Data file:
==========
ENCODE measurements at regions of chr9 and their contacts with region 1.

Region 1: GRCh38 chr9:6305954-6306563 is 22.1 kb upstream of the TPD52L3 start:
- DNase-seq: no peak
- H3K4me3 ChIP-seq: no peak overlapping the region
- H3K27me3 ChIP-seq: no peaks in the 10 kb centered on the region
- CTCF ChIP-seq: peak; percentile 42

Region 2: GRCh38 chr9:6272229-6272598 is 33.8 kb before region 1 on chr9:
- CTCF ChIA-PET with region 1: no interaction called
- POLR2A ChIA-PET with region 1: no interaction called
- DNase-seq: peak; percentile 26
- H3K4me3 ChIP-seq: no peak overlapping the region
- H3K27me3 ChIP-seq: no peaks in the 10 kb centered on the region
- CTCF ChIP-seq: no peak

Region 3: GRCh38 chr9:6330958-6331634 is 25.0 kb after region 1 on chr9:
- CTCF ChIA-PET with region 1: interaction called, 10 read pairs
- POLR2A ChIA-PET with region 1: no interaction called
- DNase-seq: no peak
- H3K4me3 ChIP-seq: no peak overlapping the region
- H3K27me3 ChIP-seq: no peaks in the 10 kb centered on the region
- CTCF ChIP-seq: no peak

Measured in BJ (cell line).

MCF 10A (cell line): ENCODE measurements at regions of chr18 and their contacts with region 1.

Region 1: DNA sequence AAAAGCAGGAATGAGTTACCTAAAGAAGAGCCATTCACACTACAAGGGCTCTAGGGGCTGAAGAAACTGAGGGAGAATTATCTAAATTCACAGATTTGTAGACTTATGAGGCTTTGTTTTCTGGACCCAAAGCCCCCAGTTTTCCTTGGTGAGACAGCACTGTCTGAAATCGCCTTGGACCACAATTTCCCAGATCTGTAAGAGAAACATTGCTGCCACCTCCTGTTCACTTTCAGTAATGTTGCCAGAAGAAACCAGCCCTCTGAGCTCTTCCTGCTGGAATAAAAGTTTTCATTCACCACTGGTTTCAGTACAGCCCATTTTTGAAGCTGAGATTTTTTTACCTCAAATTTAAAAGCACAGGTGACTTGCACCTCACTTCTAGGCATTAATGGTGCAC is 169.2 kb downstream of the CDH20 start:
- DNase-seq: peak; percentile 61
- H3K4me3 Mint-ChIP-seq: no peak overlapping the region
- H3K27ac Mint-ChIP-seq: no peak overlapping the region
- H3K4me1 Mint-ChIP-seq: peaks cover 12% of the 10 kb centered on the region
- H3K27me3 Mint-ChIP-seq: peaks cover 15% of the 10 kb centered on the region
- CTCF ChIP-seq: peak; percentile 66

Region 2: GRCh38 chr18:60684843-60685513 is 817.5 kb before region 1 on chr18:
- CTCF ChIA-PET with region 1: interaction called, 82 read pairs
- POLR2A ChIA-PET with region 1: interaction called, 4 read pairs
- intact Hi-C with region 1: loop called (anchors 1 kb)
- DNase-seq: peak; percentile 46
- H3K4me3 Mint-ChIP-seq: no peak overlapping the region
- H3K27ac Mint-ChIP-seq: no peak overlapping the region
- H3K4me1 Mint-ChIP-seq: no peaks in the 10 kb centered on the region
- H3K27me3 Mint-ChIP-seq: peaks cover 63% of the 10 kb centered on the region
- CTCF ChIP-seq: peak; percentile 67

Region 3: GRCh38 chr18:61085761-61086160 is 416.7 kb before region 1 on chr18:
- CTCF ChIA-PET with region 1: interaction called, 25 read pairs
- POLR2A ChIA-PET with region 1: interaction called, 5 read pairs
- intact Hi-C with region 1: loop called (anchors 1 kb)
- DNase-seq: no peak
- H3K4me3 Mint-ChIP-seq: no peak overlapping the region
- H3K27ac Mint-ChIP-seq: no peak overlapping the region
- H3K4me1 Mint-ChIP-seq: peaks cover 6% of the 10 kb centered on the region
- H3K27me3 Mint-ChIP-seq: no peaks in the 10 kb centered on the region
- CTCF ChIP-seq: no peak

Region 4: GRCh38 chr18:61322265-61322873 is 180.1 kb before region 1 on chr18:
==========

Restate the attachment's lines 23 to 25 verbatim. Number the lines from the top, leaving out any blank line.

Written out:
Region 1: DNA sequence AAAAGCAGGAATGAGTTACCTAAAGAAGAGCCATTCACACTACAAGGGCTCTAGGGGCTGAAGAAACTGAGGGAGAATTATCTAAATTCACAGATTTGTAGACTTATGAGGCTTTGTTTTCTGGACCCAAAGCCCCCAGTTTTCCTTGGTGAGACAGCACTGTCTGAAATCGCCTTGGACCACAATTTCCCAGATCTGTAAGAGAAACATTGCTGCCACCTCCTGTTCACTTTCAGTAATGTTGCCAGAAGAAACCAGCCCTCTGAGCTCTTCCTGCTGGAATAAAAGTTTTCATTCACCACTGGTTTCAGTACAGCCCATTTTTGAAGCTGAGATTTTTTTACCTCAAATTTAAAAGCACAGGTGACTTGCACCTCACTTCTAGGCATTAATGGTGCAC is 169.2 kb downstream of the CDH20 start:
- DNase-seq: peak; percentile 61
- H3K4me3 Mint-ChIP-seq: no peak overlapping the region